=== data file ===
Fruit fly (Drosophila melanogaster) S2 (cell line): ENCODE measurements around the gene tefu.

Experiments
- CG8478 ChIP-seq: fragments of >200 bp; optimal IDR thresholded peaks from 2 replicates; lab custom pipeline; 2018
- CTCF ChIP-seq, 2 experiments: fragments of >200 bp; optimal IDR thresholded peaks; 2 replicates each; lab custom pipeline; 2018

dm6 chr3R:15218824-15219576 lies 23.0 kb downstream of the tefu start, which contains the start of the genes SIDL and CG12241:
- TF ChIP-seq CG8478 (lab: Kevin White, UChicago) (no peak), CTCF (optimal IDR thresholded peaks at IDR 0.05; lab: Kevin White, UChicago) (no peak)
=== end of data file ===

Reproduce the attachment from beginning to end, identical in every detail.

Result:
Fruit fly (Drosophila melanogaster) S2 (cell line): ENCODE measurements around the gene tefu.

Experiments
- CG8478 ChIP-seq: fragments of >200 bp; optimal IDR thresholded peaks from 2 replicates; lab custom pipeline; 2018
- CTCF ChIP-seq, 2 experiments: fragments of >200 bp; optimal IDR thresholded peaks; 2 replicates each; lab custom pipeline; 2018

dm6 chr3R:15218824-15219576 lies 23.0 kb downstream of the tefu start, which contains the start of the genes SIDL and CG12241:
- TF ChIP-seq CG8478 (lab: Kevin White, UChicago) (no peak), CTCF (optimal IDR thresholded peaks at IDR 0.05; lab: Kevin White, UChicago) (no peak)